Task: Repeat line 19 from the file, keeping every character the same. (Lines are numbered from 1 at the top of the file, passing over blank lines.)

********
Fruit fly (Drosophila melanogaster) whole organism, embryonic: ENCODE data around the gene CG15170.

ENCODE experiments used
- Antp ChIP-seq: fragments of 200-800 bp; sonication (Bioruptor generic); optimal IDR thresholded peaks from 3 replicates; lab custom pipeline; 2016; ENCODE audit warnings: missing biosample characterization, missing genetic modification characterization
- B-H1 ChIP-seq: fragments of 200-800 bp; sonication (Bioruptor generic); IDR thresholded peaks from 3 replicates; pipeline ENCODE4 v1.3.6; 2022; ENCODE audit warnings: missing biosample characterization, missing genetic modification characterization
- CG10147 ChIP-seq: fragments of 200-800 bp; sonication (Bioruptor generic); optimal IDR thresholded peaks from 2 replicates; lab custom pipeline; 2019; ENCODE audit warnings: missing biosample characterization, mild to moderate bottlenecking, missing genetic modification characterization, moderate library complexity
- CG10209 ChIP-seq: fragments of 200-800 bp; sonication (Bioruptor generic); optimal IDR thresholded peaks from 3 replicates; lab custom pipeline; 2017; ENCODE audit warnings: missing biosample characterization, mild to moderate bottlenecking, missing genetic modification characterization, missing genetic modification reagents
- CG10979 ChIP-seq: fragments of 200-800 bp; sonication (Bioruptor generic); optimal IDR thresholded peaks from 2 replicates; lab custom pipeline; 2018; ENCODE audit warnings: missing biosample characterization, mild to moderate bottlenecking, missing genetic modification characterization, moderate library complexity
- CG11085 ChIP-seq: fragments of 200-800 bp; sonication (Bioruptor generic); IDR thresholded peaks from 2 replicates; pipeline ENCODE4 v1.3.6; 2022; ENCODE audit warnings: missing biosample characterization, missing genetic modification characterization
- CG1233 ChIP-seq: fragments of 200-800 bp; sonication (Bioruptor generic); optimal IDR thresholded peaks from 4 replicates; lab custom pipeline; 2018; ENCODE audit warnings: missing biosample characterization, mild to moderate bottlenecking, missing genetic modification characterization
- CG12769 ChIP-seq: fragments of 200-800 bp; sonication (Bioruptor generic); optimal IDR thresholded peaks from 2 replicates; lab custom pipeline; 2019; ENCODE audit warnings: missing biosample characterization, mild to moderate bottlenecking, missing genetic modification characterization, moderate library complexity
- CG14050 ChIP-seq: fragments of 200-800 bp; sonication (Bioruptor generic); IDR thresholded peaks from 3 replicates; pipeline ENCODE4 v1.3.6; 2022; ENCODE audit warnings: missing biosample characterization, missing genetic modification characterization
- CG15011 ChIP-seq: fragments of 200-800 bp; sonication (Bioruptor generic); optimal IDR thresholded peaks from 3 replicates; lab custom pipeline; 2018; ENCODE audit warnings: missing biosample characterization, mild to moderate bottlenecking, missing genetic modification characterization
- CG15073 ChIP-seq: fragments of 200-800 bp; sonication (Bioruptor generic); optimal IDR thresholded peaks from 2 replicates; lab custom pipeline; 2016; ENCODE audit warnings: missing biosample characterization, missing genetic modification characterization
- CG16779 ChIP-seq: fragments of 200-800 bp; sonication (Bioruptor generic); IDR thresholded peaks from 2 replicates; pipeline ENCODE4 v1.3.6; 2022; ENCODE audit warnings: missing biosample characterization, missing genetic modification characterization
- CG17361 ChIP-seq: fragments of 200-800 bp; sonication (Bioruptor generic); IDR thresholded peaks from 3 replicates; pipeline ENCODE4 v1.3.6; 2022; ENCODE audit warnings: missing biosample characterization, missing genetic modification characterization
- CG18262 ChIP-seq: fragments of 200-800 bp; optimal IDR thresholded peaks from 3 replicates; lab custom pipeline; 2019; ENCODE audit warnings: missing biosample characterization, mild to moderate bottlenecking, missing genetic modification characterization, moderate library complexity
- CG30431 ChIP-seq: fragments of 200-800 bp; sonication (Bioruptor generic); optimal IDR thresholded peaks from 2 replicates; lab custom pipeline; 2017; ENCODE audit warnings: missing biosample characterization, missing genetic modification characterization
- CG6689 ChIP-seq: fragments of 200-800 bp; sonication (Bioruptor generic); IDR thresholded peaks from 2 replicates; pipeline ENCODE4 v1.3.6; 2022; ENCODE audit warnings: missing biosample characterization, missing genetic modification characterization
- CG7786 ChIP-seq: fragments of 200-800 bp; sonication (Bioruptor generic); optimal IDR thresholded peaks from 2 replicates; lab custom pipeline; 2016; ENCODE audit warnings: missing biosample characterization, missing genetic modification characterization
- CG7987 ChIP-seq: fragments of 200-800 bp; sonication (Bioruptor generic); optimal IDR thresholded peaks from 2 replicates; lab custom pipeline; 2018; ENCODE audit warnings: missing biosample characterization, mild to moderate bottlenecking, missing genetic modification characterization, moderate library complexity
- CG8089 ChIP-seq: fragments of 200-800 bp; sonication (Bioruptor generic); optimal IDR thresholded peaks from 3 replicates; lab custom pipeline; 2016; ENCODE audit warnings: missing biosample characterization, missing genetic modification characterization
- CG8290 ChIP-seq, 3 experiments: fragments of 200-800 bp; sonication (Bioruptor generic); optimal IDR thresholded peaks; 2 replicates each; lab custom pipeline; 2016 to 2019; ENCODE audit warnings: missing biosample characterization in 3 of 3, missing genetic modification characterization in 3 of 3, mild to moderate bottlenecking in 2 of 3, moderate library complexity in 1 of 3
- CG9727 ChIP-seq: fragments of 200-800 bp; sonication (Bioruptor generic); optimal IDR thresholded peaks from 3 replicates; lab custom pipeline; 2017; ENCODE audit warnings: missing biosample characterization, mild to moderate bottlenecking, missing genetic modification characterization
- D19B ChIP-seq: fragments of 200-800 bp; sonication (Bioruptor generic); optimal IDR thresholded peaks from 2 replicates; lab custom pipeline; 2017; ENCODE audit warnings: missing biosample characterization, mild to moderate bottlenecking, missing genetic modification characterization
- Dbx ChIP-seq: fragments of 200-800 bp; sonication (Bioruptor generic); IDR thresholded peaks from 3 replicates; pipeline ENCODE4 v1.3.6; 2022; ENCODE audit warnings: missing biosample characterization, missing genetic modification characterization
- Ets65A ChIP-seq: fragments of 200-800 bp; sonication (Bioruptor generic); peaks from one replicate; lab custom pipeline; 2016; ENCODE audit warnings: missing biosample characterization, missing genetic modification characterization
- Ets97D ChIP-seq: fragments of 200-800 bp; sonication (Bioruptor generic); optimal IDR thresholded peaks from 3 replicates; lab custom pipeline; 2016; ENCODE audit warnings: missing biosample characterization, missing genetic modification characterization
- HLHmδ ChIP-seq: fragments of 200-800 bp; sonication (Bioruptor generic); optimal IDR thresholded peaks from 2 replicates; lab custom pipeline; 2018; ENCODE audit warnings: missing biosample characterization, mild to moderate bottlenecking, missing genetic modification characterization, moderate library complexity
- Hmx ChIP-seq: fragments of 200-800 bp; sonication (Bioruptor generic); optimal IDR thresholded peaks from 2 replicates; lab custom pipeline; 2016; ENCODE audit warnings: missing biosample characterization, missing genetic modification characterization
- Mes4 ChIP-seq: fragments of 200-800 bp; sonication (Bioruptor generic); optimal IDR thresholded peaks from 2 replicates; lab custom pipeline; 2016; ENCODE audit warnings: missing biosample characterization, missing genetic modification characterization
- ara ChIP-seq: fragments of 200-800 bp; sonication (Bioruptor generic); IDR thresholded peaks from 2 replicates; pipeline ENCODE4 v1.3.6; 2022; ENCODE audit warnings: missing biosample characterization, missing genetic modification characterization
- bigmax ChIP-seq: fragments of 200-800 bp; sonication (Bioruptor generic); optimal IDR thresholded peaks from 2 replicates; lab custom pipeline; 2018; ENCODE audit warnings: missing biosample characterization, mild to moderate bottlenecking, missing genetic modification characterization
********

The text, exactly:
- CG7786 ChIP-seq: fragments of 200-800 bp; sonication (Bioruptor generic); optimal IDR thresholded peaks from 2 replicates; lab custom pipeline; 2016; ENCODE audit warnings: missing biosample characterization, missing genetic modification characterization